“Often we hear about the conflict between people and elephants. But one of those fishermen told me, ‘these elephants are like my brothers. We’re always happy to see them,’” said Anthony. “This community knows the routines of the elephants - like which one is the stubborn one. They know when the elephants are moving from the highlands to the lakes, and they share water resources during times of drought. Film is going to be a compelling way to tell this story.”

Some of the new ACVPL fellows are longtime youth educators and community leaders, so filmmaking is a natural extension of the storytelling they’re already doing in classrooms and informal settings.

With the ACVPL fellowship, Prashant Mohesh, a National Geographic Young Explorer, is excited to join the NEWF community as one of its first fellows from Mauritius.

“Mauritius is a bit underrepresented in Africa’s conservation stories, but it has such a rich marine heritage,” he said.

Prashant has led summer camps for young divers, youth ocean photography workshops, and beach cleanups to make people aware of the perils of human litter in the ocean. Ultimately, he hopes his short film - using sperm whales - will be yet another vehicle to inspire youth to become stewards of the ocean.

“Sperm whales are the gentle giants of the ocean. They’re abundant in Mauritius, all around the island. So I’ll be highlighting why they're so important to our ecosystem and way of living,” said Prashant.

Sama Mildred Ngenseh, a Cameroonian social worker turned documentary filmmaker, envisions her film will be a tool for peacemaking and social inclusion. She’ll be profiling a semi-nomadic community from southern Cameroon who were once engaged in poaching and game hunting as a source of livelihood - but are now embracing agricultural practices that promote conservation. Policymakers will be a critical audience for her film, she shared.

“In this region of Cameroon, there has been a conflict between governments and Indigenous people over land,” she said, “I want governments to understand the role of Indigenous people in conservation, and understand we can all cooperate.”

NEWF’s Wambui Rachel said the ACVPL selection process reinforced how many creative ideas there are coming from around the continent. Some of the applications that were not selected could also be put forward to other fellowships and Labs within NEWF, she added.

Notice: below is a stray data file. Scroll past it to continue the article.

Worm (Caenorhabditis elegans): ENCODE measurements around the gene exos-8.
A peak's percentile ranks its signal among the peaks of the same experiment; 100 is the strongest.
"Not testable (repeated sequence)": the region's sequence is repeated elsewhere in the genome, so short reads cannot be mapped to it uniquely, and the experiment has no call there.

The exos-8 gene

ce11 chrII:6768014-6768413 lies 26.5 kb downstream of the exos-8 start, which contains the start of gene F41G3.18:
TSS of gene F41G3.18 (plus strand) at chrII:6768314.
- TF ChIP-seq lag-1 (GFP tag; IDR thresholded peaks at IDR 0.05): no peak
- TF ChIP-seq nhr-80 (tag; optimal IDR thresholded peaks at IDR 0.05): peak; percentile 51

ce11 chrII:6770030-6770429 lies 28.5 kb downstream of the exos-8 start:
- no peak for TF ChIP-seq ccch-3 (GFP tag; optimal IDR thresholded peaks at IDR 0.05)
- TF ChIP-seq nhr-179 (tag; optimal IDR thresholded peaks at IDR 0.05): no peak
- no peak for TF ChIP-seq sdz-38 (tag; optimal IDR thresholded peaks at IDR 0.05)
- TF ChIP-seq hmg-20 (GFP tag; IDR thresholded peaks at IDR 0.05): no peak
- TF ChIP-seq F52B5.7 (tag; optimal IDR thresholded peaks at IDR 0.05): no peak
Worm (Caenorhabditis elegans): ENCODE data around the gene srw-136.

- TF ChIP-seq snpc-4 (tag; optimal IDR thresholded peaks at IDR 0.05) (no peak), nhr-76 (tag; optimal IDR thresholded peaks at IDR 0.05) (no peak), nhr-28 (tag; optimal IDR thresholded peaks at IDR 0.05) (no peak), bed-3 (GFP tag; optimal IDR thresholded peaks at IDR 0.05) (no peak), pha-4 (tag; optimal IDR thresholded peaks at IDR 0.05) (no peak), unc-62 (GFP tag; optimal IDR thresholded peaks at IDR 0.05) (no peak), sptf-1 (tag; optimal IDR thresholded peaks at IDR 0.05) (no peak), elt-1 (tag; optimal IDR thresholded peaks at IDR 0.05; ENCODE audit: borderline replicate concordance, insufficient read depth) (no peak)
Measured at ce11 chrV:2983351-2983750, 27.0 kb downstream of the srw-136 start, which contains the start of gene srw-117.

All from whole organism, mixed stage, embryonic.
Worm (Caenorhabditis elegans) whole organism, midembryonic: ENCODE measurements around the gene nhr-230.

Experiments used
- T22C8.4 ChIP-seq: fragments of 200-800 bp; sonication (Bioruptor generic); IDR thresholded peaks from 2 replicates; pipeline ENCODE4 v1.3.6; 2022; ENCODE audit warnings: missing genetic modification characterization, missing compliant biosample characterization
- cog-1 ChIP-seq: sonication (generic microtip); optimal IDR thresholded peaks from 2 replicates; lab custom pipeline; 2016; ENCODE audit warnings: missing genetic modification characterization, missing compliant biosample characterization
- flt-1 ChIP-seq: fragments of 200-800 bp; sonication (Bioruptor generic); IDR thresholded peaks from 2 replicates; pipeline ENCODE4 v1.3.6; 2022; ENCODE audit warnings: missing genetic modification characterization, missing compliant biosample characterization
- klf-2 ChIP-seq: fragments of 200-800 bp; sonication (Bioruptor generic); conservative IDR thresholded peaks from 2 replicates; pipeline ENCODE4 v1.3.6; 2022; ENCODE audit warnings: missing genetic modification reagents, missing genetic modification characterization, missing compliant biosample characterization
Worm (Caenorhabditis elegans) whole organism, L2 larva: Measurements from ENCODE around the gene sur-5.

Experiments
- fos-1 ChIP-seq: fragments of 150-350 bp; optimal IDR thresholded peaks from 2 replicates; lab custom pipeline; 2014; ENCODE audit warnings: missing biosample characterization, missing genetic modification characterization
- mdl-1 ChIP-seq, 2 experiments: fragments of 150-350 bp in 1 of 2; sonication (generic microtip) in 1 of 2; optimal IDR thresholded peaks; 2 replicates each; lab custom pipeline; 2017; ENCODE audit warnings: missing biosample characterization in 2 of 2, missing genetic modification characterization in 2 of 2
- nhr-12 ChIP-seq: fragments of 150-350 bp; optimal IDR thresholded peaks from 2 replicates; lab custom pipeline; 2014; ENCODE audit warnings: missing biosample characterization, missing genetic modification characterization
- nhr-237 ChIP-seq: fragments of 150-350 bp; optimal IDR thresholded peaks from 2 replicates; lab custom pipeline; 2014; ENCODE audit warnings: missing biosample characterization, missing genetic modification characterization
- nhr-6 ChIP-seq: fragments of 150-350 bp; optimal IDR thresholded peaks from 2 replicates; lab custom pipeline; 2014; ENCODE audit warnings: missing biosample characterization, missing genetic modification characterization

The ACVPL cohort’s films are expected to be showcased at the 2025 NEWF Congress. Some of the fellows aspire to bring their films to governments, classrooms, and wider audiences. For Kenyan filmmaker Benjamin Owuor, it’s also a chance to be part of something bigger: contributing to the stories that will be shared with future generations.

“I’ve always been inspired by the stories I heard from my parents, grandparents, and the people around me,” he said. “As Africans, our ways of conservation will be passed down through these stories.”

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About Nature, Environment, and Wildlife Filmmakers (NEWF)

NEWF is a platform in Africa for filmmakers, conservationists and scientists to engage, network and contribute through storytelling towards a shared vision of protecting the earths’ natural assets for future generations. NEWF started out as an annual Congress in 2017 and has grown to become an all year round capacity building, impact and outreach organization building a connected network of Africans advocating for the protection of the continent’s natural habitats and wildlife through visual storytelling. NEWF’s vision is that the stories of Africa that celebrate and advocate for the protection of her natural history are told by a connected network of visual storytellers organically led by indigenous African voices. NEWF’s mission is to remove the barriers to entry and build capacity in order to enable access, support inclusion and foster a culture of equity for African nature, environment and wildlife visual storytellers.


About African Wildlife Foundation

The African Wildlife Foundation is the primary advocate for the protection of wildlife and their habitats as an essential part of a modern and prosperous Africa. Founded in 1961 during the African independence movement in order to build our capacity to steward our natural resources, AWF articulates a uniquely African vision, bridging science, education, public policy, and field programs to demonstrate the benefits of conservation and build a future for Africa where people and wildlife thrive.



About National Geographic Society

The National Geographic Society is a global nonprofit organization that uses the power of science, exploration, education and storytelling to illuminate and protect the wonder of our world. Since 1888, National Geographic has pushed the boundaries of exploration, investing in bold people and transformative ideas, providing more than 15,000 grants for work across all seven continents, reaching 3 million students each year through education offerings, and engaging audiences around the globe through signature experiences, stories and content. To learn more, visit www.nationalgeographic.org or follow us on Instagram, LinkedIn, and Facebook.